Tuesday, March 10, 2009

2009 HOPE Survey

Every year the Department of Homeless services gathers thousand of volunteers on a freezing January night to conduct a census of the cities homeless population. Like last year, I was one of this year's volunteers. (now joined by Erin Moore!) We spent from 11:30pm-3am walking around Bryant park administering a survey to everyone we saw.

The theory is that on the coldest night, only the most chronic homeless are found on the street. Targeting areas where most homeless people sleep/congregate, teams of volunteers go about counting each person who identifies themselves as homeless. This is probably the best possible way to go about the difficult task of counting people outdoors, but the city used this years results to claim that street homelessness was down by almost 30%. Critics like the Coalition say "The numbers released by the City today defy credibility and run counter to what New Yorkers observe every day on New York’s streets." I agree. Moreover, this census is simply a snapshot of what the population looks like on one day, not a blank check to claim progress unearned.

Still, being part of the survey is a very interesting experience.... a glimpse both into the bureaucracy of a large public operation and the loneliness of the cold New York night time. It was our brief look into the unfathomable notion of sleeping in a door way or waiting out the night on a park bench.

On some level I felt empowered. I was able to do something logical, statistical, procedural to ostensibly help my homeless neighbors. But I felt like the donuts and coffee and glossy instruction book (oh what beautiful instructions!) soothed my deeper sense that seeing people sleeping in the cold is truly a nightmare. There are so many ways to steel yourself for the reality of suffering, but nothing can prevent those momentary lapses... layers of dirty blankets... someone lonely, stumbling the street in the freezing morning.

One such moment came at the end of our night. After finding only 2 homeless people (sadly, you almost feel disappointed the fewer people you find) we ran into a man wandering with a pillow on a side street. We stopped to talk to him and he drunkenly/skeptically ask "what the fuck are you gonna do for me?" As instructed by the survey we were supposed to offer transportation to a city drop-in center. He snorted "They ain't gonna do shit.... Where they gonna take me?" He continued on to angrily recount his experience on the streets (since the age of 16). He obviously didn't trust anyone, didn't have any hope. But he did have some place to be in the morning... a job. Finally he asked "Can I bring my pillow?"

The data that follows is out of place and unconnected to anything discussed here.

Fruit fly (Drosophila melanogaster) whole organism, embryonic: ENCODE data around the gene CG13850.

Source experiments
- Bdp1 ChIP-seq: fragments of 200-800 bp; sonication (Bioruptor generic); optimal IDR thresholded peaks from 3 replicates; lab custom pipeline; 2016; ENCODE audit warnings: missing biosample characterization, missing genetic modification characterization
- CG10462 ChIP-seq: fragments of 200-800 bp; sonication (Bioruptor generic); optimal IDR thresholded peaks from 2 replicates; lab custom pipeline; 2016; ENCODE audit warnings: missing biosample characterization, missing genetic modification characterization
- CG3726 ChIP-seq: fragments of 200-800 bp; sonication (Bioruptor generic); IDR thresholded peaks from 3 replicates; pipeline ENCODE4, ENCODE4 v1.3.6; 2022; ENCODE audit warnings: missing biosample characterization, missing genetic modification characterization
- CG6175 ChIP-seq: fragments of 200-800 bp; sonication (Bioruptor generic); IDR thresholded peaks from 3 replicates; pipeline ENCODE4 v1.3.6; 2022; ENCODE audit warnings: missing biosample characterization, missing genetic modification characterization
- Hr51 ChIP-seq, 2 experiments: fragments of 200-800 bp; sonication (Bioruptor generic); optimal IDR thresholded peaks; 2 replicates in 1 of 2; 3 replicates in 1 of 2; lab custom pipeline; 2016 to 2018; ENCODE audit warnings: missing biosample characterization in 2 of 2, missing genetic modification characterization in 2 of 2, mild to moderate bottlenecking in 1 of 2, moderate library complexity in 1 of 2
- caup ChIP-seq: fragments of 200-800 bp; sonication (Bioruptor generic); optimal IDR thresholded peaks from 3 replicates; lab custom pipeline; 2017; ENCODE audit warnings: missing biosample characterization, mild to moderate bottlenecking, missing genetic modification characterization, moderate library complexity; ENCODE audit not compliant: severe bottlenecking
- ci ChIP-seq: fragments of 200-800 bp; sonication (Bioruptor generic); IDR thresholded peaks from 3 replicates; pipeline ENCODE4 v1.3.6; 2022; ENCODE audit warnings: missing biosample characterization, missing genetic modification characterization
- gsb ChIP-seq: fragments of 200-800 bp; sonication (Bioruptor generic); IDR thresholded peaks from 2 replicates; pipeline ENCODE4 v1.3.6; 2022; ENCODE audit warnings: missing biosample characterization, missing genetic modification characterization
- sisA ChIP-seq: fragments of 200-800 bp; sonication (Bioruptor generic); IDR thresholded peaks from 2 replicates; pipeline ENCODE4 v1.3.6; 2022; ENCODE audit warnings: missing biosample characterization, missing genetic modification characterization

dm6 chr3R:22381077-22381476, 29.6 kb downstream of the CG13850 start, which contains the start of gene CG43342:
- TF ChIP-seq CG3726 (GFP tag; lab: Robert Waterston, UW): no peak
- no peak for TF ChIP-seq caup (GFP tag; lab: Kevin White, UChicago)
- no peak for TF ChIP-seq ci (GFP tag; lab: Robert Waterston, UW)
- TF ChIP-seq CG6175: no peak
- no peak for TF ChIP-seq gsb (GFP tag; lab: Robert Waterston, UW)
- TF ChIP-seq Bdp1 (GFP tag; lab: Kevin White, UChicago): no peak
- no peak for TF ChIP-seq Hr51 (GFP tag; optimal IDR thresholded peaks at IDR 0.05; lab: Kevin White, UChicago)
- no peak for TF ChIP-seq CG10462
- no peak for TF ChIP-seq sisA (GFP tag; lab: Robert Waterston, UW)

We called him a van and waited. He continued to insist that nothing would help. Then he looked at me and said "Why are you doing this?" I made a feeble reply, but wondered. Why am I doing this?

The van arrived. We wanted to get him to a drop-in center close to where he had to work the next day, but the driver didn't know where the drop-in center was..... How could the driver not know where he was taking people?? Under the cities new plan, drivers like this are the ONLY people helping the street homeless at night. Luckily Erin and I figured it out and gave him directions (well... mainly she did). We rode in the van while the driver took a wrong turns and our homeless friend insisted nobody would help him. He said "I know you guys are trying to help, but they ain't gonna do shit. Nobody does." I reassured him, but wasn't so sure myself.

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